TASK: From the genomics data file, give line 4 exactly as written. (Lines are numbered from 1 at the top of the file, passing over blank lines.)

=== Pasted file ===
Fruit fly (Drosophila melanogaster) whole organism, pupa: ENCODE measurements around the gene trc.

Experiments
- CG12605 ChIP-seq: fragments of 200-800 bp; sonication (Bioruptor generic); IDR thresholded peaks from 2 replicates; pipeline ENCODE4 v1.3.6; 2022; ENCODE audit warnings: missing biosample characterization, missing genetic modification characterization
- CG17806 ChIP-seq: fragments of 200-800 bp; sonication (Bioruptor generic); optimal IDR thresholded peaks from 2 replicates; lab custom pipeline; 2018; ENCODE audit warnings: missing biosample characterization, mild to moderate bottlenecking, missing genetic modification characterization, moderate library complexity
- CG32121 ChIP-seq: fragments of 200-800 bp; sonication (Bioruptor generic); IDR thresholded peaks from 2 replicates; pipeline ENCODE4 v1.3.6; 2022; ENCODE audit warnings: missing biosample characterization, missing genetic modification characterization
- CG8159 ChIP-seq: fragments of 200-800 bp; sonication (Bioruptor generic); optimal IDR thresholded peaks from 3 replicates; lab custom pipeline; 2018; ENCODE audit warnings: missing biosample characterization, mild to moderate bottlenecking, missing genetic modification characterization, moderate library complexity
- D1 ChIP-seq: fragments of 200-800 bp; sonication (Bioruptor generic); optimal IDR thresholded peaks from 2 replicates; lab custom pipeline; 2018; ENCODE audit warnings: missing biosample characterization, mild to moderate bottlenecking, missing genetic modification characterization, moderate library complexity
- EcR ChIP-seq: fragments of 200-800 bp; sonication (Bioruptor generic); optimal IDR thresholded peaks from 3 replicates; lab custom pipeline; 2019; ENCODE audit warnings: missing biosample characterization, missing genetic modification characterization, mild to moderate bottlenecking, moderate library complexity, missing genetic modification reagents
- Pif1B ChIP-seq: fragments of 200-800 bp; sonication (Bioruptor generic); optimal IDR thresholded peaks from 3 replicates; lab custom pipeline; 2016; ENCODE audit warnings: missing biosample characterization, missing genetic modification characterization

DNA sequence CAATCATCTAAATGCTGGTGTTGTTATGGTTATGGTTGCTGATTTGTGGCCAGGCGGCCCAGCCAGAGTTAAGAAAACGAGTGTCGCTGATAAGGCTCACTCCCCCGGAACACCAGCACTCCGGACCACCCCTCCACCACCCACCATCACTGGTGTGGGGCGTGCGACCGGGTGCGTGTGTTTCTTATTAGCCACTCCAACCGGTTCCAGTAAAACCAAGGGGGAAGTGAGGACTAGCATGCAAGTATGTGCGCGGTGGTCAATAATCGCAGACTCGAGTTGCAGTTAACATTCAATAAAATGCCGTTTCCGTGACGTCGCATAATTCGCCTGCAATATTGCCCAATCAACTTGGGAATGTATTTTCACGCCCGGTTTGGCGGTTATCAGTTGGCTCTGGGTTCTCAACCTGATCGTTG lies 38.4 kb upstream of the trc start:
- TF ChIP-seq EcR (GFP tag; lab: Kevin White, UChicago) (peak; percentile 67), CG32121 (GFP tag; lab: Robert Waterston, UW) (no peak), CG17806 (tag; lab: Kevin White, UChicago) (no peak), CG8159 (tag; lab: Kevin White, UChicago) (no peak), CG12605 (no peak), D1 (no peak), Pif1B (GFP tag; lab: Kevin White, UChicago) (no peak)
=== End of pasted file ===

- CG17806 ChIP-seq: fragments of 200-800 bp; sonication (Bioruptor generic); optimal IDR thresholded peaks from 2 replicates; lab custom pipeline; 2018; ENCODE audit warnings: missing biosample characterization, mild to moderate bottlenecking, missing genetic modification characterization, moderate library complexity